The hacker who leaked information about the next-gen Xbox and PlayStation to Kotaku before either console was officially announced and who was subsequently raided by the police is now vowing to disseminate 2 Terabytes of gaming code and information, should he be arrested.
SuperDaE, an Australian citizen named Dylan, first publicized this threat on our sister site Gizmodo. He told that outlet that he expects to be arrested on Monday and that, if he's not at his computer by 8pm Monday evening in Perth, Australia (8am ET), a Tweet will automatically be sent from his account that will make all of the gaming info he's hacked from the world's top video game companies public.
The FTP, whose files are not yet accesible, supposedly contains material grabbed by SuperDaE's hacks into Gears of War and Unreal Engine developer Epic, World of Warcraft studio Blizzard, Sleeping Dogs dev house United Front Games and the now-shuttered publisher THQ, among others.
The FTP also apparently contains software development kits for the PS4, Xbox One and Wii U as well as possible old code for unreleased games such as Company of Heroes 2 and WWE 14. The Epic directory includes folders for Unreal Engine 4 and UE4 projects called Fortnite (an announced game), Kilo, Lima and Orion.
We're not able to verify the authenticity of any of these files, though SuperDaE had shared accurate development documentation with Kotaku for the then code-named Orbis (PS4) and Durango (Xbox One) near the start of the year. At the time, we were unclear where or how SuperDaE had obtained such information and were under the impression, after reporting out the story of SuperDaE's hacking and mid-February police raid, that he'd not made any subsequent hacks.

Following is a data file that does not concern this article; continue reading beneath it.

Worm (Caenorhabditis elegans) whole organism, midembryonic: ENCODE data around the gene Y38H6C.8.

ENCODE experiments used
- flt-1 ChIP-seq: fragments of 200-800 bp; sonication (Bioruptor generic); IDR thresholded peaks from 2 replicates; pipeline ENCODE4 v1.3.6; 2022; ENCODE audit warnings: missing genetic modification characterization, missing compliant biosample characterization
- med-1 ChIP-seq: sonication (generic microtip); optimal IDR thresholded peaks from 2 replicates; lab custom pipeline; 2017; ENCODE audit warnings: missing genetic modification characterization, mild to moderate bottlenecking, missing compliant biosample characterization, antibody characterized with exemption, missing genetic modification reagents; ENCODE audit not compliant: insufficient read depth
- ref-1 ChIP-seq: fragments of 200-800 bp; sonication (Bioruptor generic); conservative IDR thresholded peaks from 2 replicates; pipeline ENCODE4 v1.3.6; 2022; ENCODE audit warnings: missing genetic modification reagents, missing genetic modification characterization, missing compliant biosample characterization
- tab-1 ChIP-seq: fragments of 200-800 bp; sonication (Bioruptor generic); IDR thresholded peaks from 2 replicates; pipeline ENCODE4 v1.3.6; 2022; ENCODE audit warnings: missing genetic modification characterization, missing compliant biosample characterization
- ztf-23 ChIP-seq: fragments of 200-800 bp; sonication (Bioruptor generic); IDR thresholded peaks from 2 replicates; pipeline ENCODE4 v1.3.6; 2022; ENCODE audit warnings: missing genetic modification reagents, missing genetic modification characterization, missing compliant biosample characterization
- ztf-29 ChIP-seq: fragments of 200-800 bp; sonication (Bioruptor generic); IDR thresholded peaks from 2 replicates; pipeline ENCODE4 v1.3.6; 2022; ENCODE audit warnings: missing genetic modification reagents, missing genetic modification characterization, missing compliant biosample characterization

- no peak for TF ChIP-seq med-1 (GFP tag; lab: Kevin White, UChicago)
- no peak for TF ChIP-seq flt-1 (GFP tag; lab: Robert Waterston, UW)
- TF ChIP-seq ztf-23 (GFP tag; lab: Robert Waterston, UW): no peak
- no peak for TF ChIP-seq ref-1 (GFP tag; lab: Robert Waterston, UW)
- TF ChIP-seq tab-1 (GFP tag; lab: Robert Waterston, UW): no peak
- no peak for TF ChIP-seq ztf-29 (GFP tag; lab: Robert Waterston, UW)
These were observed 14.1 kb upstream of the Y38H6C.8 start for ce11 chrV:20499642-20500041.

The FTP, we believe, contains the data he'd obtained from his pre-raid hacks.
"It only leaks if I get arrested," SuperDaE told Kotaku today. Asked why he expected to be arrested, he said, "I'm not expecting anything. I'm just making a political statement."
SuperDaE has maintained that he only hacks out of curiosity and doesn't distribute game code to torrents or engage in piracy.
He also says that the raid of his home, which resulted in the seizure of his computers and gaming hardware, was never followed up with any charges. He believes that the FBI played a hand in the raid, though we've never been able to confirm that. Last December, the FBI did raid the home of one of his hacker colleagues in New Jersey.
SuperDaE believes he was raided at the behest of Microsoft, whose chief of digital security had flown to Australia to meet with SuperDaE late last year.
In February, Microsoft denied triggering the raid. "Microsoft did not initiate this FBI investigation with this individual, as has been asserted in some of the articles in the media," a company spokesperson had told Kotaku. "We take security very seriously and have no evidence of any compromise of our corporate network. We have no further comment on this matter."
Asked what political statement he was trying to make, SuperDaE said today: "The U.S. works on Capitalism. The government isn't Microsoft's personal servant."
Should the FTP's data be as real as he says it is and leak, it wouldn't just be Microsoft that would be affected. As for whether the release of unreleased game code would be fair to those who made the games—companies that aren't Microsoft—he replied: "It isn't fair, but that's how Capitalism works. They're playing a dirty game. It's like a game of poker."
UPDATE - SuperDaE has since claimed to have been granted bail, tweeting: